Conservatives think progressives worry too much about “political correctness” – words and attitudes that include, protect and above all don’t offend. Progressives respond that ‘what you call political correctness, I call progress,’ which is the resolution of Friday’s Munk debate at Toronto’s Roy Thomson Hall.
Speaking for the resolution: sociologist, author and broadcaster Michael Eric Dyson and New York Times columnist Michelle Goldberg. Speaking against it: author and actor Stephen Fry and author and psychologist Jordan Peterson. To preview the debate, John Ibbitson spoke with Ms. Goldberg and Simona Chiose spoke with Mr. Peterson.
The interviews have been edited for clarity and length.
Q: Do you think the term “political correctness” can be cast in a positive light?
The term “political correctness” is pejorative, although often the things that people insult as “political correctness” are seen in retrospect as progress. If you look at the things that were considered out-of-control politically correct in the nineties – things like not being able to refer to your female adult colleagues as “girls,” or calling black people in America African-Americans, or, and this is a little bit earlier, using Ms. if women didn’t identify as Miss or Mrs., or referring to people as “gay” instead of “homosexual” – these things that maybe at the time kind of stuck in people’s craw and felt awkward and strange and made them resentful now seem perfectly ordinary and, to most people, obvious signs of progress. And there were excesses then, and they fell by the wayside, and there are excesses now that are falling by the wayside, but I think the broader drive to make language more sensitive and inclusive is basically a positive one.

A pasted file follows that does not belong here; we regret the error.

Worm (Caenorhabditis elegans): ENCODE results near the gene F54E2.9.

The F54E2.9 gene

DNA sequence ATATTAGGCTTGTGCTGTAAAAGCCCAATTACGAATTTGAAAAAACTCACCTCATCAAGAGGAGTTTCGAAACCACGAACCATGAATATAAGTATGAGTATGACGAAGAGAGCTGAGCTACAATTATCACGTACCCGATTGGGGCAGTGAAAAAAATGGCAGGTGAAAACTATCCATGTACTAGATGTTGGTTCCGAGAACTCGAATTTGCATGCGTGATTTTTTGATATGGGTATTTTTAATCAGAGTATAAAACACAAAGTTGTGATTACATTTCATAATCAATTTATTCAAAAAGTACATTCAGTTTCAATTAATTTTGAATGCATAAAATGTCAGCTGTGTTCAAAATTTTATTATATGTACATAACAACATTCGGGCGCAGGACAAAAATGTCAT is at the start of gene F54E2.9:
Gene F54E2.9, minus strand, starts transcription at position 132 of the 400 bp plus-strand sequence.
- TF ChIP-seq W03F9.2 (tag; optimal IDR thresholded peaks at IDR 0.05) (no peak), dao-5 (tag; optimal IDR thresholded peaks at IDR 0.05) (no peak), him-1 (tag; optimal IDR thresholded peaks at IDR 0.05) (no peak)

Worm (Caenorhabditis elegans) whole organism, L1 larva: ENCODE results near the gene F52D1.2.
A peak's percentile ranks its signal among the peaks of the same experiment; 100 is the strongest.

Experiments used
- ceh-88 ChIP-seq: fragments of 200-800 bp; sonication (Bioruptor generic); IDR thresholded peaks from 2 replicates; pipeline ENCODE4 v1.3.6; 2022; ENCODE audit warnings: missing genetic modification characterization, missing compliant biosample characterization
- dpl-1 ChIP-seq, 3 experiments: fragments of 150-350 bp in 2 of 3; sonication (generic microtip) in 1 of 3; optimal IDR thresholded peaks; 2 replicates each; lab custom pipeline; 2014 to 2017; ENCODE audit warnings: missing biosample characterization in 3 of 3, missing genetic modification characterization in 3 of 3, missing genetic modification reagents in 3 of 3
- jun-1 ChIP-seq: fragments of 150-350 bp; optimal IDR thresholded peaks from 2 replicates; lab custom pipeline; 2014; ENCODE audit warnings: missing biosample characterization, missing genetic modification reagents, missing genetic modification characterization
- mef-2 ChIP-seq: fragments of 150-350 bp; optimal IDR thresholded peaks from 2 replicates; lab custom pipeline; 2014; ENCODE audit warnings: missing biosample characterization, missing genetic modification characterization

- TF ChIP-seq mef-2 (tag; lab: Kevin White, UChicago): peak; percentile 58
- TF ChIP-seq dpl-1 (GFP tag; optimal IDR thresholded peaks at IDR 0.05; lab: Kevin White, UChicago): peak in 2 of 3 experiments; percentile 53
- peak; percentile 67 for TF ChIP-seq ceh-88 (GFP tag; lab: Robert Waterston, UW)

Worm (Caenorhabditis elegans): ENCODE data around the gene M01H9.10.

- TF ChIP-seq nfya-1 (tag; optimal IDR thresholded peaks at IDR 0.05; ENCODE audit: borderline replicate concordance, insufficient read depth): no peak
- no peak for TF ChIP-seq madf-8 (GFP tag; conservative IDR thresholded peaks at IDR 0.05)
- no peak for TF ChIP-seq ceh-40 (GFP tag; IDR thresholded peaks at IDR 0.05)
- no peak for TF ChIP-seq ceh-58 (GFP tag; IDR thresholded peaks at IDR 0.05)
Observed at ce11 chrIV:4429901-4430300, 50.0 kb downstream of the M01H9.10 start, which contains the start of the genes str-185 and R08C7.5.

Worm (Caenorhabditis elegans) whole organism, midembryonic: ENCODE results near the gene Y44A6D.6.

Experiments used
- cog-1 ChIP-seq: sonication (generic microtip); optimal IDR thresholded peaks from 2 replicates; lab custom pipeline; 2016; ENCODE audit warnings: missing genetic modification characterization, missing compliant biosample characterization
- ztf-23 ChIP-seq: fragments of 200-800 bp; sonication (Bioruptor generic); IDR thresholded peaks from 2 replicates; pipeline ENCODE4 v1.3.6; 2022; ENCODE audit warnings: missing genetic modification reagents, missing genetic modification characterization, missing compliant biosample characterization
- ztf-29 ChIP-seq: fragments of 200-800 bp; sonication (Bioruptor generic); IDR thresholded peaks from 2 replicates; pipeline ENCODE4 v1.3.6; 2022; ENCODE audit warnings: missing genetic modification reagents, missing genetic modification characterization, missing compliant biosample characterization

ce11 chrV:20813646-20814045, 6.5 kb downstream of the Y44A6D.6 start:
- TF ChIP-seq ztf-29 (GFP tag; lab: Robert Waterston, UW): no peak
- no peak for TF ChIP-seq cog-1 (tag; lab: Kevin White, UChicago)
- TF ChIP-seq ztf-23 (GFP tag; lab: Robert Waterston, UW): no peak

Q: What is the relationship between political correctness and free speech?
One of the things that’s frustrating about the way this debate tends to unfold is that, on the one hand, you do have genuine violations of free speech. You have “no-platforming” [denying, through policy or protest, a person or group the right to speak], you have people facing career consequences in academia for having unpopular views (although I think it’s important to note that you have people punished for their radical views just as often on the left as on the right). But I think people conflate efforts to restrict people’s free speech with very strident criticism. If people freak out and criticize you and even gang up on you online, I understand that can be really intimidating, but it’s not a violation of your free speech. That is just an unfortunate fact of life online.
Q: If so-called political correctness is actually progress, how do you define progress and how do we advance it?